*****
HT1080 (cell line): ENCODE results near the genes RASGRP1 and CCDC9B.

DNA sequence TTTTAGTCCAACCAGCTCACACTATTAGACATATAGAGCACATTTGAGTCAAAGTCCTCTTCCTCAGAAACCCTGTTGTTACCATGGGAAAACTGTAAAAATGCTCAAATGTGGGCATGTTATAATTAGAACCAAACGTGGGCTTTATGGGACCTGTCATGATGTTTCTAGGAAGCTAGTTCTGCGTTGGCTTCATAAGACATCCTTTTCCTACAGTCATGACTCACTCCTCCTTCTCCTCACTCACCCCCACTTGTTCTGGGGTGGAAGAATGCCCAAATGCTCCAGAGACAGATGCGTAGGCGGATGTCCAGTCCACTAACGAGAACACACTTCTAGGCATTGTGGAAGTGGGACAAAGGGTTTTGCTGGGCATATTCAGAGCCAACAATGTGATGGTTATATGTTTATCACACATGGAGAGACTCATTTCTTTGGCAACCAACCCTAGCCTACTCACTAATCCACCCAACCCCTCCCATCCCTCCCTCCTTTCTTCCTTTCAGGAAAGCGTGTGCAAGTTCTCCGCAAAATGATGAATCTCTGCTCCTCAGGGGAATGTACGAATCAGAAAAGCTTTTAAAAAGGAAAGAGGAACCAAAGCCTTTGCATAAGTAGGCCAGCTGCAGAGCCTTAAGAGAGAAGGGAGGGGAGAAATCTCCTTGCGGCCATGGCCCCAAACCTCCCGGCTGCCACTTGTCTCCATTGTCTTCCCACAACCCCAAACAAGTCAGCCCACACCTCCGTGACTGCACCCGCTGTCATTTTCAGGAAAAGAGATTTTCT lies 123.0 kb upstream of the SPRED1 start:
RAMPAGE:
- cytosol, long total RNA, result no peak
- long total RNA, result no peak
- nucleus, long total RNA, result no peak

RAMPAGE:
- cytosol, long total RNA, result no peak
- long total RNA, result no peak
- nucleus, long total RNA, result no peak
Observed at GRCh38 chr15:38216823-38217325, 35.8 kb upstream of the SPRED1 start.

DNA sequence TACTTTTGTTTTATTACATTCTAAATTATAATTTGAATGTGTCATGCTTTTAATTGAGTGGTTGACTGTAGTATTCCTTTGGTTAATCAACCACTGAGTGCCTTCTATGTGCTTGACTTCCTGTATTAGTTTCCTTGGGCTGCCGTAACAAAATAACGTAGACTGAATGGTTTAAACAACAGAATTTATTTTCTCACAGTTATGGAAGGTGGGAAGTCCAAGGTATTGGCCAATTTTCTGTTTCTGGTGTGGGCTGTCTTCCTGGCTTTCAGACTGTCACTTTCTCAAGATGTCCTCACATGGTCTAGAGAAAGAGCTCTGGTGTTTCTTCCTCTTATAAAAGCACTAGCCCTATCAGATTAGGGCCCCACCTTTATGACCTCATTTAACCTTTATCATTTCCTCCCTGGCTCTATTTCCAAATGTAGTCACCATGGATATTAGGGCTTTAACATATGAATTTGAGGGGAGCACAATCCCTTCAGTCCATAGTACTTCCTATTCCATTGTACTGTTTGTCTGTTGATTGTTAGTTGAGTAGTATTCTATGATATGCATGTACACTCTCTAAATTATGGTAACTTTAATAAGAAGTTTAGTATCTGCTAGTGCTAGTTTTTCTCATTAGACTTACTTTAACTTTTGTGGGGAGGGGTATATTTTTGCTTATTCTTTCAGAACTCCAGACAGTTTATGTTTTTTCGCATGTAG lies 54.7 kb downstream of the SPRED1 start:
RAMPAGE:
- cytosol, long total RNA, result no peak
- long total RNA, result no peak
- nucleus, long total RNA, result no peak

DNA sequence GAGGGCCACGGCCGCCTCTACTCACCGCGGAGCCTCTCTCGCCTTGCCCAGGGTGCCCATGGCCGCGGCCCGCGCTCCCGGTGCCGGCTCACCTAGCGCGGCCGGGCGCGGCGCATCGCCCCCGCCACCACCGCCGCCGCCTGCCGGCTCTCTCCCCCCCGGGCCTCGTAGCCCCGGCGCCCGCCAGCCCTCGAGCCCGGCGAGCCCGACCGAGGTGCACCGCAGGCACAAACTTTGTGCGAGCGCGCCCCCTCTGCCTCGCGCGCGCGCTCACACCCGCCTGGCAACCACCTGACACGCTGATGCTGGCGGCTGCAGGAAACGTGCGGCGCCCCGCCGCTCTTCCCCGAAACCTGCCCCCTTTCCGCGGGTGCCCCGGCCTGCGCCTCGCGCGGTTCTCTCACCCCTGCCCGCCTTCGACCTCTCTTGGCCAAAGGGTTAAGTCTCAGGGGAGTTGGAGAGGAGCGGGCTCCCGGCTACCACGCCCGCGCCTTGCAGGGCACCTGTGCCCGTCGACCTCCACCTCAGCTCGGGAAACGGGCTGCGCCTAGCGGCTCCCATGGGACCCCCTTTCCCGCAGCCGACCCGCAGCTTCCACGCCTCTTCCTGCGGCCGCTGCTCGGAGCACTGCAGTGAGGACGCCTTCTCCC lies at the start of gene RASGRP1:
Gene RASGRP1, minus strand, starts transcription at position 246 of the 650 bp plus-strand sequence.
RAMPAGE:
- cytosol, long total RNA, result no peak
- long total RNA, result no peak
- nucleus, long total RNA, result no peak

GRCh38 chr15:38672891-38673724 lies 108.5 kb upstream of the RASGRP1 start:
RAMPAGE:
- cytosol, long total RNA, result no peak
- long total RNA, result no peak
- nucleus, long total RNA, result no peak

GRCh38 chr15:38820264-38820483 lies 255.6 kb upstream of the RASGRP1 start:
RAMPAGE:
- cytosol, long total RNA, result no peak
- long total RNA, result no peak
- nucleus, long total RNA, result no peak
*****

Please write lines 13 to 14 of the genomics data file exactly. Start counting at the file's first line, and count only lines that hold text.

RAMPAGE:
- cytosol, long total RNA, result no peak